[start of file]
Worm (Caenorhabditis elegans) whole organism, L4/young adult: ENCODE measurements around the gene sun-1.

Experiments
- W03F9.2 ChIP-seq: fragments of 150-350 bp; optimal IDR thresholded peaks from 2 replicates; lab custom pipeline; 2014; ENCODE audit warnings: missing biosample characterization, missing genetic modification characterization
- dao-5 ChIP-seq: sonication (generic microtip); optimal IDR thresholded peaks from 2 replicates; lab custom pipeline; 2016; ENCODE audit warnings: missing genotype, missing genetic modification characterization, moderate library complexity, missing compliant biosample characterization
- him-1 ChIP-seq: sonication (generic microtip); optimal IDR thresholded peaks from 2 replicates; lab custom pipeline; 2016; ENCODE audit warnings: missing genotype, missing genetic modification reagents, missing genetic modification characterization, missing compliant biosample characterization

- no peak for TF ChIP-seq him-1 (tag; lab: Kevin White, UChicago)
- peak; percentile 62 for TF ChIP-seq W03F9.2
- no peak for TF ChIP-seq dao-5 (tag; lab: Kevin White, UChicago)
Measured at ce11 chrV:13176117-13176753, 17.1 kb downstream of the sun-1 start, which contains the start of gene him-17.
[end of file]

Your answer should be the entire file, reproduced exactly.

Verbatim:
Worm (Caenorhabditis elegans) whole organism, L4/young adult: ENCODE measurements around the gene sun-1.

Experiments
- W03F9.2 ChIP-seq: fragments of 150-350 bp; optimal IDR thresholded peaks from 2 replicates; lab custom pipeline; 2014; ENCODE audit warnings: missing biosample characterization, missing genetic modification characterization
- dao-5 ChIP-seq: sonication (generic microtip); optimal IDR thresholded peaks from 2 replicates; lab custom pipeline; 2016; ENCODE audit warnings: missing genotype, missing genetic modification characterization, moderate library complexity, missing compliant biosample characterization
- him-1 ChIP-seq: sonication (generic microtip); optimal IDR thresholded peaks from 2 replicates; lab custom pipeline; 2016; ENCODE audit warnings: missing genotype, missing genetic modification reagents, missing genetic modification characterization, missing compliant biosample characterization

- no peak for TF ChIP-seq him-1 (tag; lab: Kevin White, UChicago)
- peak; percentile 62 for TF ChIP-seq W03F9.2
- no peak for TF ChIP-seq dao-5 (tag; lab: Kevin White, UChicago)
Measured at ce11 chrV:13176117-13176753, 17.1 kb downstream of the sun-1 start, which contains the start of gene him-17.